Archive for October 8th, 2007

The Brief Journey of a New Recruit

October 08th, 2007 | Category: News

This is a brief story about my own experiences in joining the VE. I will be honest throughout, but will not use names. There will be good, there will be bad, but it will be honest. You may choose to learn from it and help fix the few issues that I have found, or you may ignore it and decide that I am not worth the effort.

I would like to say, though, that my experiences with joining are probably shared by many new recruits. So here it goes.

I was wandering around the net trying to find a good game that would use up some of my time, allow me some creative input, if possible, and not demand too much from me.

I was interested in Star Wars, and was tired of playing Pirate Games. I had applied for Star Wars Combine, but was turned down for what I felt was a stupid reason: I don’t have (at least don’t use) a paid e-mail service. I have one with my Internet account, but by the time I was able to get into it I had already learned the basics of this group.

What I found was not a game, but an RPG story group, the Vast Empire. I was looking for some immediate gratification when roaming the net for a good group, but was willing to give this a few days because I saw that there was some type of economy involved (e.g. the stock market, store, paychecks, etc.) and that thought and effort had been heavily placed in this group.

I was somewhat confused as to what I was supposed to do (ok very confused) but decided to wade through it. I applied, waited, posted, read 20 emails in my box, all the while wondering what I was really supposed to be doing.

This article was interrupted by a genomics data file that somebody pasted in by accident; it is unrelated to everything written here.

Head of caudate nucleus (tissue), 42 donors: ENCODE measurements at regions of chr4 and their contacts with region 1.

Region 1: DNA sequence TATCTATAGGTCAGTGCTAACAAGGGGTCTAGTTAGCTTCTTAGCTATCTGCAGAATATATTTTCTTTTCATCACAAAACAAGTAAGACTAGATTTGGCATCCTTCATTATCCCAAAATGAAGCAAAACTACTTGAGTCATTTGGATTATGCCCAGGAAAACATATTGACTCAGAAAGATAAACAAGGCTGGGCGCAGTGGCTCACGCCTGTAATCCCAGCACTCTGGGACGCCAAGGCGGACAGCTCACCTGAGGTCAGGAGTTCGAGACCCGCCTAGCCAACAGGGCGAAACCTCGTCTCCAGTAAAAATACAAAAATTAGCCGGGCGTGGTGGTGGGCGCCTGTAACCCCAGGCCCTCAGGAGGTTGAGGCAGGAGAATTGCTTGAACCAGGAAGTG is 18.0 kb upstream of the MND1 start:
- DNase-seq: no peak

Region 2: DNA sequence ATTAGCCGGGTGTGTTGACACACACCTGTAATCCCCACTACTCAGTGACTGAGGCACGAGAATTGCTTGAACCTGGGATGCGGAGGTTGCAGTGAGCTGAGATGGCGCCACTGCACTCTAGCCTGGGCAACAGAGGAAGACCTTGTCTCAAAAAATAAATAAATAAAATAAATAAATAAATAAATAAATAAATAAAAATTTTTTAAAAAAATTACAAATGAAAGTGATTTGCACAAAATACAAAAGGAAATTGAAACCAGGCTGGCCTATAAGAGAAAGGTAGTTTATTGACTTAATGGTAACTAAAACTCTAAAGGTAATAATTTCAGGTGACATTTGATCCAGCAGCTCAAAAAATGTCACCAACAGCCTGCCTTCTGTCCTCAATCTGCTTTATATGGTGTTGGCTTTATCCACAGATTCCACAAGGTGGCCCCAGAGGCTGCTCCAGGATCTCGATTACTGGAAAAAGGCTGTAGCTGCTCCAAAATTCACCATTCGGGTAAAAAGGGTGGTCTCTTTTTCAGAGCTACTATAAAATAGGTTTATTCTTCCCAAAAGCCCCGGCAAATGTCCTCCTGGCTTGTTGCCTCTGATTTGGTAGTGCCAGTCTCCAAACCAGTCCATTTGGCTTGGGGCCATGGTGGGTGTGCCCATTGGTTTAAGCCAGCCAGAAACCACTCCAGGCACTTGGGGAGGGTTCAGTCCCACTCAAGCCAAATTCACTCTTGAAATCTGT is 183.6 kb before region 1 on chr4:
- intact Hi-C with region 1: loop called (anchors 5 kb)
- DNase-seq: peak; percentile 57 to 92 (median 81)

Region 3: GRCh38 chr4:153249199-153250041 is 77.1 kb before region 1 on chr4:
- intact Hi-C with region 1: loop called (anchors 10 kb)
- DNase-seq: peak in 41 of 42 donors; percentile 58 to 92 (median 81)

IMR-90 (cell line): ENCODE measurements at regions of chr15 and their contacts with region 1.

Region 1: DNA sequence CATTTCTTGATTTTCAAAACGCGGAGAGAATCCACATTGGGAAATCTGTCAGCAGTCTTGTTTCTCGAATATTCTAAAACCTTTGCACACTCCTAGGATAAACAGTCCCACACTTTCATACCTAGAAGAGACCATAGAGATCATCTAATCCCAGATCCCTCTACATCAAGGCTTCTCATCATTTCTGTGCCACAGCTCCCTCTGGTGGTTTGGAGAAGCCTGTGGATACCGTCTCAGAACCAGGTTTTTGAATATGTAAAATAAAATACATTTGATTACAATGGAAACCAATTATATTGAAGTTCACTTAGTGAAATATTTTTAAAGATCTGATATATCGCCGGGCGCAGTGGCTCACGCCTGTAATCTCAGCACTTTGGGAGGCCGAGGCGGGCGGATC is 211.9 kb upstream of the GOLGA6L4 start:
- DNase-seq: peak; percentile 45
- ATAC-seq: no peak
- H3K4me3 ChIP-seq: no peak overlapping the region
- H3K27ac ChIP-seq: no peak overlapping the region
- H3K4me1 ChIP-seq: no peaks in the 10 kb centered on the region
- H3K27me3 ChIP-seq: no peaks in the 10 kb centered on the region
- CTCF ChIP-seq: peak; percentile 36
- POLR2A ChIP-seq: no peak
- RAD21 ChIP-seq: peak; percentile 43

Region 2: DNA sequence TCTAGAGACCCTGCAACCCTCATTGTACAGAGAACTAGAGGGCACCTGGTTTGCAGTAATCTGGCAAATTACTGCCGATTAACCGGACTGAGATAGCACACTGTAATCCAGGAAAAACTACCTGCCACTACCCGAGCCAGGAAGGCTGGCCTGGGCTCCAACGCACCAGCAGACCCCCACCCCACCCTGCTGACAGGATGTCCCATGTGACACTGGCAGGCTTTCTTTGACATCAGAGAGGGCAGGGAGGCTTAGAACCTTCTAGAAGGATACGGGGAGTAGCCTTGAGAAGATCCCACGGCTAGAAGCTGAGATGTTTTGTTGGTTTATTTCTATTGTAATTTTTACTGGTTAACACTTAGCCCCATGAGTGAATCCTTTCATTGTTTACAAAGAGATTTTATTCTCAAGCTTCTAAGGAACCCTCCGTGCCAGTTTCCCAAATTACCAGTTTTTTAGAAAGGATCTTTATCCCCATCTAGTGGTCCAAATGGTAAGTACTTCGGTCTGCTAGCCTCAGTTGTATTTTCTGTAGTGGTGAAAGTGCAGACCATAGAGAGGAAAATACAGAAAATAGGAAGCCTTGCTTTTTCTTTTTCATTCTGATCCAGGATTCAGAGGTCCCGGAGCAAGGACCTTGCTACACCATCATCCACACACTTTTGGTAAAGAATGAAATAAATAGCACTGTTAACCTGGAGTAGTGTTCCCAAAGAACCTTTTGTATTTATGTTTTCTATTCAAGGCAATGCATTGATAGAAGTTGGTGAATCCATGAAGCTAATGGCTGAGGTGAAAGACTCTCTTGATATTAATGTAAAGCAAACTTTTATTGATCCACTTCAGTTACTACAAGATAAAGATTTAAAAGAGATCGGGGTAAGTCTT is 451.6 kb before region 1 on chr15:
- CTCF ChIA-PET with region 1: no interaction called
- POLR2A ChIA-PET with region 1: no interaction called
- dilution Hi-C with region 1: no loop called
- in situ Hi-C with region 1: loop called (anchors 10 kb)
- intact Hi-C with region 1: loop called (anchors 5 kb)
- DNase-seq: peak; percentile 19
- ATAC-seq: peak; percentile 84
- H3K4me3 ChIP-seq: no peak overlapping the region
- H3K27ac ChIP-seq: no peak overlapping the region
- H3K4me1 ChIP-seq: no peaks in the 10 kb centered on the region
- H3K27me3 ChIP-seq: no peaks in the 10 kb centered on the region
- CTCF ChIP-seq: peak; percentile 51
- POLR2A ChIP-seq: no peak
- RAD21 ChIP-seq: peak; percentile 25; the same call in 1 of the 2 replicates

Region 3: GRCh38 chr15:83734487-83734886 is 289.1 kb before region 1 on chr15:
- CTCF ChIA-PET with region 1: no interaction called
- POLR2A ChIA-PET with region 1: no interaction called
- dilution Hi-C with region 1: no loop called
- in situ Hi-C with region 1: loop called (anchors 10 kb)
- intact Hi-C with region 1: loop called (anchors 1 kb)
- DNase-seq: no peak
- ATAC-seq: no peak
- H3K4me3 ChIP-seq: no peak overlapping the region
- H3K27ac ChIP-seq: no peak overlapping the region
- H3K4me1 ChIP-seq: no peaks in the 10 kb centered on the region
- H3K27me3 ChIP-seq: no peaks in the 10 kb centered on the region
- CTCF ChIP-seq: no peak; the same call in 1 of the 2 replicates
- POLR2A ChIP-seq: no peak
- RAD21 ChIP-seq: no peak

I finally found the Echelon training board, and proceeded to post my arrival. Over the next few days I tried to figure out the system. It appeared that I had to go through several ranks, but when I was done I would have a good idea of what I was doing. There would be some type of reference manual that would answer my questions, Mirc would allow real time interaction with people, and there was a storyboard for further character development.

I thought that this was a great idea, and it was just what I needed to get started well. I thought that perhaps we would do a practice story, build our writing skills, and learn the basics. It would be fun, but it would also be a real honor when we graduated, because we would no longer be n00bs. I anticipated my first experiences in Echelon with great hopes and pleasure.

I waited and checked, and checked and waited, and never saw another Echelon post that concerned me, or my next objective. I was disappointed and was close to just dropping the whole thing to go back to something else. At least I knew what to do on my Pirate Games.

After a few communications where I expressed confusion at what I was to do, I was sent an email that said to write a bio, with a link to a great bio for an example. I was thrilled to finally have something to do. I wrote a bio until 3 that morning, even though I had to go to work early the next day. I was excited at finally being able to participate.